If you have infants or small children, they may also be exposed to BPA when putting their hands or fingers in their mouths after touching a material which contains BPA. Additionally, babies who are fed liquid formulas from bottles containing BPA are eight times more likely to have higher BPA levels than breastfed babies. Fetuses can also be exposed to BPA through their mothers.

How does BPA affect my family’s health?

It is believed that BPA emulates the shape and function of estrogen. Because it is similar to estrogen in structure, BPA is able to bind with estrogen receptors in the body and influence bodily functions including growth, energy levels, cell repair, reproduction and fetal development. BPA might also communicate with and alter the function of thyroid receptors. Human bodies are very sensitive to fluctuations in hormone levels making BPA’s impersonation of hormones like estrogen a threat to the natural hormone balance necessary for optimal function.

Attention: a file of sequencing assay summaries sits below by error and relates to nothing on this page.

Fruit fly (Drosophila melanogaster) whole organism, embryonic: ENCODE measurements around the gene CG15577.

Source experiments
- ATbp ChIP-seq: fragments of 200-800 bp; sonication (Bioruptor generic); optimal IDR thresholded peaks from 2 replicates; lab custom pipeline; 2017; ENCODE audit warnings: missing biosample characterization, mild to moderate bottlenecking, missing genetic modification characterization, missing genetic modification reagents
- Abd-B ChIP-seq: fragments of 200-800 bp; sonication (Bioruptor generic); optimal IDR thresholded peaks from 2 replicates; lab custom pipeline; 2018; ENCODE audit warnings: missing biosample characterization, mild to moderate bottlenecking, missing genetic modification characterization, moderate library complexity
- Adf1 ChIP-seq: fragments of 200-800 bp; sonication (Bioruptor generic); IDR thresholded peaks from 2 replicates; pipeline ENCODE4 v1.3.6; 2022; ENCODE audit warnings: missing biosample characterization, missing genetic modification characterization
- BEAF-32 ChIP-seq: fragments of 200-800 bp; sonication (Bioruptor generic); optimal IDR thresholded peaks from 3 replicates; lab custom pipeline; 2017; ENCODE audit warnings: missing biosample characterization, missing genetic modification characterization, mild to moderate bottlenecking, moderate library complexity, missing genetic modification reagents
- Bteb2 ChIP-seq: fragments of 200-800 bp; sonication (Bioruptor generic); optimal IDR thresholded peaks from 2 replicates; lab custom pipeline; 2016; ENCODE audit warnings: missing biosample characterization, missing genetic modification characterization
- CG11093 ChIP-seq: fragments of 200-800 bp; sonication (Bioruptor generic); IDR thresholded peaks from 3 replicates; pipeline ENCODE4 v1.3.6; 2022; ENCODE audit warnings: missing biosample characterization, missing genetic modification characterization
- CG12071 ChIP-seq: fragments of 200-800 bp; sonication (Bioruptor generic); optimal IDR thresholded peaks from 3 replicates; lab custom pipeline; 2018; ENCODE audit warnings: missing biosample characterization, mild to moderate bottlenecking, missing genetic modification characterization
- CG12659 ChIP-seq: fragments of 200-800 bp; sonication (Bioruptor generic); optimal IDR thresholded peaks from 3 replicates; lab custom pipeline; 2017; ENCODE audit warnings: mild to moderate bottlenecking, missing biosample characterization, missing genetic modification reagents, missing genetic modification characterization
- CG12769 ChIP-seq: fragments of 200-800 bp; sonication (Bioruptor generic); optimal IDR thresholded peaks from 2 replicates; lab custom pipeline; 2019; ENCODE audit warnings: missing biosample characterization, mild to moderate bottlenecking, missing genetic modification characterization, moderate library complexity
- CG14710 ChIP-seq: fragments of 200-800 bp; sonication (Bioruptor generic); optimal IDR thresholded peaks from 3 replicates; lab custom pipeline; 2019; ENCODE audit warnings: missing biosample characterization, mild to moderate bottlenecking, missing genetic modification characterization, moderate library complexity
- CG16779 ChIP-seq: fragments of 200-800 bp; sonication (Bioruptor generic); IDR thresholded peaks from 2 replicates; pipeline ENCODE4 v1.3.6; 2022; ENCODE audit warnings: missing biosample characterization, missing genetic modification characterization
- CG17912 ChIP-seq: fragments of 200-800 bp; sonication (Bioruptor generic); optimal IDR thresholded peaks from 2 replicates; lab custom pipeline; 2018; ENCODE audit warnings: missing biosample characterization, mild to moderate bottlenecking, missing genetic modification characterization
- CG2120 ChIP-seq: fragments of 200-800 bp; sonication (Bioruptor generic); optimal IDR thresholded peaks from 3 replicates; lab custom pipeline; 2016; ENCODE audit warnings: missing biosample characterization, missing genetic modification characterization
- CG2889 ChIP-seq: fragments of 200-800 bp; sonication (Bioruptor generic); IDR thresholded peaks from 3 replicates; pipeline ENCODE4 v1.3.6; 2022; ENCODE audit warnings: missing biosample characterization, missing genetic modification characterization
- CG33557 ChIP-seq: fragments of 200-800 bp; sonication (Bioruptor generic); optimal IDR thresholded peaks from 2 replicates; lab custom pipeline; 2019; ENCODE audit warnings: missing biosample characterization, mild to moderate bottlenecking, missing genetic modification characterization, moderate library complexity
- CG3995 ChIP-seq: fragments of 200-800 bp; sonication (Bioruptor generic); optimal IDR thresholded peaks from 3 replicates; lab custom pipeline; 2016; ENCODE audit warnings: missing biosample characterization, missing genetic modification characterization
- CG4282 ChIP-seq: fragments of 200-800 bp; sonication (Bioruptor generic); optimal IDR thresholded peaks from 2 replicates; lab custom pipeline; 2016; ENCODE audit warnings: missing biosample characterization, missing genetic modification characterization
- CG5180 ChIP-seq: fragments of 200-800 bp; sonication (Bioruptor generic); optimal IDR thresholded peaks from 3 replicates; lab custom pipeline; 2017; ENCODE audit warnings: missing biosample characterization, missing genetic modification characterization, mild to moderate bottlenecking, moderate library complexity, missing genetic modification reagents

The effects of these hormone imbalances caused by BPA may generate a variety of health problems. One of the health implications of BPA in men and women might be infertility. Studies show that women with higher levels of BPA in their bodies are three times less likely to become pregnant or carry a pregnancy to full term. Additionally, men with high level of BPA were between three and four times more likely to have a low sperm count or low sperm concentration. Children who are born to parents with high levels of BPA have been found to be more anxious, depressed and hyperactive than children born to mothers with low levels of BPA. Those with high levels of BPA have also been shown to have a higher risk of heart disease, type 2 diabetes, obesity, asthma and poor function of the thyroid, liver, brain and immune system.

How can I protect my family from BPA?